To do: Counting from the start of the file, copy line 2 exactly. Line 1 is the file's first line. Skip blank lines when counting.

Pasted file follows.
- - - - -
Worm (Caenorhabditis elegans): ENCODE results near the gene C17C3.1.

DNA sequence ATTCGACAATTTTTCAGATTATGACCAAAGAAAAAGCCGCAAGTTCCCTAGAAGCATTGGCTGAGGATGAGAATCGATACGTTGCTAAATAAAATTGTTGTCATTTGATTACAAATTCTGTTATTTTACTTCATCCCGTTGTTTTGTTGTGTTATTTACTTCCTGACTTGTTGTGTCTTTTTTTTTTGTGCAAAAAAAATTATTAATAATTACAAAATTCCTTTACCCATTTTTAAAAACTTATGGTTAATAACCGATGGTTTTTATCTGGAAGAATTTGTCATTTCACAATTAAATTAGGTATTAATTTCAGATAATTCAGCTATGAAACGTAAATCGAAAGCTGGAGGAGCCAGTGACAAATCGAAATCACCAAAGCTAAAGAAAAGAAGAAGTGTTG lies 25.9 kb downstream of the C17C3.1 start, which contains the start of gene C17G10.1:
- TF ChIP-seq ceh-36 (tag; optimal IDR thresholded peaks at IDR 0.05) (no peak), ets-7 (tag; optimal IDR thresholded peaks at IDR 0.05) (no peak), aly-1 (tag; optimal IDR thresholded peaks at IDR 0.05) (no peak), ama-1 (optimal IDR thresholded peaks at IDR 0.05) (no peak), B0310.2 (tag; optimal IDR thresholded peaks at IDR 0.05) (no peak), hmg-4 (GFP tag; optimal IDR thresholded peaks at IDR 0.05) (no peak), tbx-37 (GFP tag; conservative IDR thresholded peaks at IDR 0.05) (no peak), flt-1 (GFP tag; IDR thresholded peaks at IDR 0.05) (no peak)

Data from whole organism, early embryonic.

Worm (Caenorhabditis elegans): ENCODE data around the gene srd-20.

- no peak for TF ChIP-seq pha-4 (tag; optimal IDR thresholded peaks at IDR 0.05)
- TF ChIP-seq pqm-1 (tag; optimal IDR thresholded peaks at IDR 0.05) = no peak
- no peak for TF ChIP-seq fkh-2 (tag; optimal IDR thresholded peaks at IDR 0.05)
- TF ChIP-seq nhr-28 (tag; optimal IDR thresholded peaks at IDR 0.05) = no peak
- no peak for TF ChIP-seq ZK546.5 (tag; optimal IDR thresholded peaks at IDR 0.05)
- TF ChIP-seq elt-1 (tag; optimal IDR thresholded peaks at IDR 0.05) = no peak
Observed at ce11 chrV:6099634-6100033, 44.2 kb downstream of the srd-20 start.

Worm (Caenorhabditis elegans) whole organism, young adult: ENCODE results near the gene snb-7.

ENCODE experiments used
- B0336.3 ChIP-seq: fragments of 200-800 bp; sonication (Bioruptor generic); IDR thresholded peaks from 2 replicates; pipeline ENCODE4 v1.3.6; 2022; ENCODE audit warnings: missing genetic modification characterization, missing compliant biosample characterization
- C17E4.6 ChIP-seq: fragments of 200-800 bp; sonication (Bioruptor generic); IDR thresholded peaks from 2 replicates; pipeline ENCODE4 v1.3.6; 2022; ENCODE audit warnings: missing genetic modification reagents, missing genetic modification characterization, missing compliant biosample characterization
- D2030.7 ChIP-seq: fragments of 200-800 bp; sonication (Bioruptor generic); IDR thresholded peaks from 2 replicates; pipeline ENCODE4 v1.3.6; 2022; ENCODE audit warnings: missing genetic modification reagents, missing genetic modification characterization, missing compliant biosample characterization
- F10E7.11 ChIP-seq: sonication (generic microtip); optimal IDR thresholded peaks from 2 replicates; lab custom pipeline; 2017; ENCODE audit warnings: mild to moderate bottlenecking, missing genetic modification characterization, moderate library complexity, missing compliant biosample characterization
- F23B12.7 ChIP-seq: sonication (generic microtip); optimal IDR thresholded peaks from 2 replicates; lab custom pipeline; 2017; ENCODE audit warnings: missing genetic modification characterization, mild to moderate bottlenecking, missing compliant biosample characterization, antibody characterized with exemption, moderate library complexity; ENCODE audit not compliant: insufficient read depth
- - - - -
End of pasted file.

DNA sequence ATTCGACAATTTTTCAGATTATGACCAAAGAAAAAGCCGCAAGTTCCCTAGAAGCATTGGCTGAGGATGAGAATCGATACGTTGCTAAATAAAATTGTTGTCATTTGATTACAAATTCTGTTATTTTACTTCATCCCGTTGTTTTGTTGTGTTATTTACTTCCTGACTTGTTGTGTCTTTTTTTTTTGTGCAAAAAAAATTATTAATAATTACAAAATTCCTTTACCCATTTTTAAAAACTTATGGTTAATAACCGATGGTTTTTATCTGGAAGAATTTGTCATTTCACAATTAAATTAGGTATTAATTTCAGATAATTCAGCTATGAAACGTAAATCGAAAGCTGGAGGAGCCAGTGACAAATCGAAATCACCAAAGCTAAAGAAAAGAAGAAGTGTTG lies 25.9 kb downstream of the C17C3.1 start, which contains the start of gene C17G10.1: